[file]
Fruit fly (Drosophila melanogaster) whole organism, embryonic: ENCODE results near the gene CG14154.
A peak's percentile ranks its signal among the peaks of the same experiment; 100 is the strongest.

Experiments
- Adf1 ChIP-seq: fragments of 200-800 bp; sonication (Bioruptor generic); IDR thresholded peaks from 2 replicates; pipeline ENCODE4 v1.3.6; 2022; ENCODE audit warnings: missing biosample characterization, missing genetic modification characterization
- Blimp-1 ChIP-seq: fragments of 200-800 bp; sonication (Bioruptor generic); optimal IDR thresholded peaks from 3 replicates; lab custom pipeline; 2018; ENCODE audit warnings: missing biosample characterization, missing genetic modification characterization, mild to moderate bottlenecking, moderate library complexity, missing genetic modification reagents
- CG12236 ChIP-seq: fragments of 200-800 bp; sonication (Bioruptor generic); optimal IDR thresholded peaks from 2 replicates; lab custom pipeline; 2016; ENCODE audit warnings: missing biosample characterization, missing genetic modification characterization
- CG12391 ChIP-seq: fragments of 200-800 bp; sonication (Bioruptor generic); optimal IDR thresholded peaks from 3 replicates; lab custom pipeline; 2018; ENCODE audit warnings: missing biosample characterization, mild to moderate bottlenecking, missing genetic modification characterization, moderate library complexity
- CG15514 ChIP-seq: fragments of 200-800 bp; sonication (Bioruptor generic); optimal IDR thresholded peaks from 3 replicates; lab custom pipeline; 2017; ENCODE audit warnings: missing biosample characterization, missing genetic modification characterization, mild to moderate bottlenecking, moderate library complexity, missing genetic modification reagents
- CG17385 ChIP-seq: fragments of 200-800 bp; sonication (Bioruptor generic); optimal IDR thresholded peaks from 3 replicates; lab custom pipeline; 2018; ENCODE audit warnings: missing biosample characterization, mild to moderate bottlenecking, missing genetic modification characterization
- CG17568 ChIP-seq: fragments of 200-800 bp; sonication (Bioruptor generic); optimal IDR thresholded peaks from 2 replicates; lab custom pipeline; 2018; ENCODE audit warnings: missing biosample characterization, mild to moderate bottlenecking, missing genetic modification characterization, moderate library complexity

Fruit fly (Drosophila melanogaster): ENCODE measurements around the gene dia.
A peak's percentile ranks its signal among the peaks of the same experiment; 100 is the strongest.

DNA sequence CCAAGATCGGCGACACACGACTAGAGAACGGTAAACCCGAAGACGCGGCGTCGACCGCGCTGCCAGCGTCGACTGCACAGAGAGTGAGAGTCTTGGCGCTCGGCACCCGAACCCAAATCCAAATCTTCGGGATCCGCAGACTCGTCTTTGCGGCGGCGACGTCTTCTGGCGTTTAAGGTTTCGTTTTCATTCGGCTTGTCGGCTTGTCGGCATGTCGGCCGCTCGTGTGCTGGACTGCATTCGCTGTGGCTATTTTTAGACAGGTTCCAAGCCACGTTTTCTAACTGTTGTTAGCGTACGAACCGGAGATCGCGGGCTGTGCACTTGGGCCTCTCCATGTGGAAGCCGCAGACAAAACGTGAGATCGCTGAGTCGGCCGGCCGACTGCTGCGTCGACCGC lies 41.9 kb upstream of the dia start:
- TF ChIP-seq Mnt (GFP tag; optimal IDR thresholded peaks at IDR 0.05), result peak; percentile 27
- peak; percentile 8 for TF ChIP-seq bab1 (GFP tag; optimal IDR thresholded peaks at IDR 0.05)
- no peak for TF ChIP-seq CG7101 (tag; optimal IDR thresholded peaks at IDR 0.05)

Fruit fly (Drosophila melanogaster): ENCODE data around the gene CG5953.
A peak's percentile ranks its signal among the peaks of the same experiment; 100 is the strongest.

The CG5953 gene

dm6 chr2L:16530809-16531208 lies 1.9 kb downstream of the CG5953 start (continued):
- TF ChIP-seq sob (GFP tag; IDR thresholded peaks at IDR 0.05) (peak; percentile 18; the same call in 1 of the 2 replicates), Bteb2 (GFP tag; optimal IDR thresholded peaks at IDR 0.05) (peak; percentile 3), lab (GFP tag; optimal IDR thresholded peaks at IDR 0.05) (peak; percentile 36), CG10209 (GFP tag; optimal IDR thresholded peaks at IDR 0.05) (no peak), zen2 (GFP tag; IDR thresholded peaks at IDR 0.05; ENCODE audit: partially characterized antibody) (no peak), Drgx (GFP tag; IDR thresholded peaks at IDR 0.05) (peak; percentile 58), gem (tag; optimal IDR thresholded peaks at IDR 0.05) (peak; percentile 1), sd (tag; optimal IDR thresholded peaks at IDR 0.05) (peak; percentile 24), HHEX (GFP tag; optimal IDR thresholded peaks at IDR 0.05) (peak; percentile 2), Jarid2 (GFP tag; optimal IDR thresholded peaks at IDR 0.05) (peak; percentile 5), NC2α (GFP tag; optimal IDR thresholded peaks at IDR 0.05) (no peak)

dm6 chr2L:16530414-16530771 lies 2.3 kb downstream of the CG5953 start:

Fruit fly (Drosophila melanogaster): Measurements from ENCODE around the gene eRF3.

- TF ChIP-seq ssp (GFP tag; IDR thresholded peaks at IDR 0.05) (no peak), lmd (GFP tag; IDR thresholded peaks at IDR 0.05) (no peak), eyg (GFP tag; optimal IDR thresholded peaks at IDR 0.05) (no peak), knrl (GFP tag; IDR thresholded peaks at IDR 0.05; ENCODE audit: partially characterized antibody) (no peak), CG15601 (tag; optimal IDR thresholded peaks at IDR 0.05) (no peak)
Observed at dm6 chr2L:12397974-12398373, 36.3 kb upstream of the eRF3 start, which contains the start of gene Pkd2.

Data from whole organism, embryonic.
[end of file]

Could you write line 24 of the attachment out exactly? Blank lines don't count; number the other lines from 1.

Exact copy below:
- TF ChIP-seq ssp (GFP tag; IDR thresholded peaks at IDR 0.05) (no peak), lmd (GFP tag; IDR thresholded peaks at IDR 0.05) (no peak), eyg (GFP tag; optimal IDR thresholded peaks at IDR 0.05) (no peak), knrl (GFP tag; IDR thresholded peaks at IDR 0.05; ENCODE audit: partially characterized antibody) (no peak), CG15601 (tag; optimal IDR thresholded peaks at IDR 0.05) (no peak)